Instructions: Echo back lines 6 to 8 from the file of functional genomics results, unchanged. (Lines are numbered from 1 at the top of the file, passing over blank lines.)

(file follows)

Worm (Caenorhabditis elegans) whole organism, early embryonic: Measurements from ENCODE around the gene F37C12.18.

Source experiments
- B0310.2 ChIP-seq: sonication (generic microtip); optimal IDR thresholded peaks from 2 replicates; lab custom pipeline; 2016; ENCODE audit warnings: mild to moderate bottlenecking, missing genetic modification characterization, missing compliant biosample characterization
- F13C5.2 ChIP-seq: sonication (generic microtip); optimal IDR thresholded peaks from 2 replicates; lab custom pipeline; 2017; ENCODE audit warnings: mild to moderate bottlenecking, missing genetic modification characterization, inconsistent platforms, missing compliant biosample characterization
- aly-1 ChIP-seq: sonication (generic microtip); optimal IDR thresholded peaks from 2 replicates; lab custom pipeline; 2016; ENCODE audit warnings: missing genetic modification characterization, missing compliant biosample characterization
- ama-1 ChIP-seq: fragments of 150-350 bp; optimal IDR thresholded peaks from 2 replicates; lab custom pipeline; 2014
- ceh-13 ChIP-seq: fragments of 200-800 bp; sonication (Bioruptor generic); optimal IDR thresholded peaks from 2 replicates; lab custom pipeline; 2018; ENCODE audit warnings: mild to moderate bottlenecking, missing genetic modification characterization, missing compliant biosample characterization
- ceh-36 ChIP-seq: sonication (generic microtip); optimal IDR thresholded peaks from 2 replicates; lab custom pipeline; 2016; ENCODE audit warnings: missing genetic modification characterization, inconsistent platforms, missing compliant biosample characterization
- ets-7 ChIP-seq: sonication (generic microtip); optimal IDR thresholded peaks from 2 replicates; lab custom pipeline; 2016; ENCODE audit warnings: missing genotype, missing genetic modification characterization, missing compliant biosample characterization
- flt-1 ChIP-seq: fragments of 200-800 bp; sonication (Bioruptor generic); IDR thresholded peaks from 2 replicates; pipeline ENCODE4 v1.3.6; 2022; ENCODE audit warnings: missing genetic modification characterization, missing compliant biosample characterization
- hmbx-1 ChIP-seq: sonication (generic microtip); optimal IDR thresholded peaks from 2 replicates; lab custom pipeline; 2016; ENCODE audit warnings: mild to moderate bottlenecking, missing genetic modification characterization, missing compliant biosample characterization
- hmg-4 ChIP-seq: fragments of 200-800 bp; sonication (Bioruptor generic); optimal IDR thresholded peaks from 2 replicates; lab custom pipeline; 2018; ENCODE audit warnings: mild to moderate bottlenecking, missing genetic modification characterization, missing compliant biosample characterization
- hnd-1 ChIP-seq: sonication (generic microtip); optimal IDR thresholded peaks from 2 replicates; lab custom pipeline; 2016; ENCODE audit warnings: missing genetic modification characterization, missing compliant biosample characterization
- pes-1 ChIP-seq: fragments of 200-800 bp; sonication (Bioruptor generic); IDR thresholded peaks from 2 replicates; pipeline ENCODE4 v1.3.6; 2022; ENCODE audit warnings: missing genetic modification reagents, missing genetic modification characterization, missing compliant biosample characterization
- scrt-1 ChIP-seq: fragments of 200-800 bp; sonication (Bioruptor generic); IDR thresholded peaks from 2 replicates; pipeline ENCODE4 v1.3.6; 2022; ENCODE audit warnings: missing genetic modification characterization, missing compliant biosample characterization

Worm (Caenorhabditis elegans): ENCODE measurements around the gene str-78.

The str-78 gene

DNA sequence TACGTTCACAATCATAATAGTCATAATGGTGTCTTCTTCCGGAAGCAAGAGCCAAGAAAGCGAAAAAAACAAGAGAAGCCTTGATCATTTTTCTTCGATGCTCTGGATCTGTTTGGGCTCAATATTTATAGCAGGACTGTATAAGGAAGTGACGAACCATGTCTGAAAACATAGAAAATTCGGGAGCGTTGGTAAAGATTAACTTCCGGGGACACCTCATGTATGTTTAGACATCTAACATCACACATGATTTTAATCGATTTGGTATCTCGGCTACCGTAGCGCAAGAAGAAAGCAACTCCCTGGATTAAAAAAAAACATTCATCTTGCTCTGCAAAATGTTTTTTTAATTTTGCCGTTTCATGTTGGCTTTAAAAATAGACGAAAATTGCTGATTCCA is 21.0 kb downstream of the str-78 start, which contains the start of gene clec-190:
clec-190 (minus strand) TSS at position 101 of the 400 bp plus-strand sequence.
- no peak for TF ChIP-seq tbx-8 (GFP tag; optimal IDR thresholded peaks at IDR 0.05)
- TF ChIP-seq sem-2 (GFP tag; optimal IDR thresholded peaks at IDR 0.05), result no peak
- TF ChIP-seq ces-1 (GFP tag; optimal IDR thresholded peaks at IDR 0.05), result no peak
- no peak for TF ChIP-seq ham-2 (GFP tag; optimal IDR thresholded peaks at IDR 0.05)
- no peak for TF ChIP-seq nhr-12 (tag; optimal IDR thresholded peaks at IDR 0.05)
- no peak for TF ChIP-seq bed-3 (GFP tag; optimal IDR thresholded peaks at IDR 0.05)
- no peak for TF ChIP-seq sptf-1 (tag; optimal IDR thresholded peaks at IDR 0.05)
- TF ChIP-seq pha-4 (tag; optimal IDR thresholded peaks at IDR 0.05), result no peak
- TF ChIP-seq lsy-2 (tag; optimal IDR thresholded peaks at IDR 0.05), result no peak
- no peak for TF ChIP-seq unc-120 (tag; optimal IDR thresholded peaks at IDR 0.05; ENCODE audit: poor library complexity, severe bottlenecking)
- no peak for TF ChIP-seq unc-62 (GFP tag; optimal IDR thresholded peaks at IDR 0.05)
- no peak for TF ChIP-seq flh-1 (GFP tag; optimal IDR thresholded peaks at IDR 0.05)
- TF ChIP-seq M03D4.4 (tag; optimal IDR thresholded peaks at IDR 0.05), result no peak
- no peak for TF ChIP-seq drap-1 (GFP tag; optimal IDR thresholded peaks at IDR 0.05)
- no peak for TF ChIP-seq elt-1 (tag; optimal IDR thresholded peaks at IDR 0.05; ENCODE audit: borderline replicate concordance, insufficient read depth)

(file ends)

- ama-1 ChIP-seq: fragments of 150-350 bp; optimal IDR thresholded peaks from 2 replicates; lab custom pipeline; 2014
- ceh-13 ChIP-seq: fragments of 200-800 bp; sonication (Bioruptor generic); optimal IDR thresholded peaks from 2 replicates; lab custom pipeline; 2018; ENCODE audit warnings: mild to moderate bottlenecking, missing genetic modification characterization, missing compliant biosample characterization
- ceh-36 ChIP-seq: sonication (generic microtip); optimal IDR thresholded peaks from 2 replicates; lab custom pipeline; 2016; ENCODE audit warnings: missing genetic modification characterization, inconsistent platforms, missing compliant biosample characterization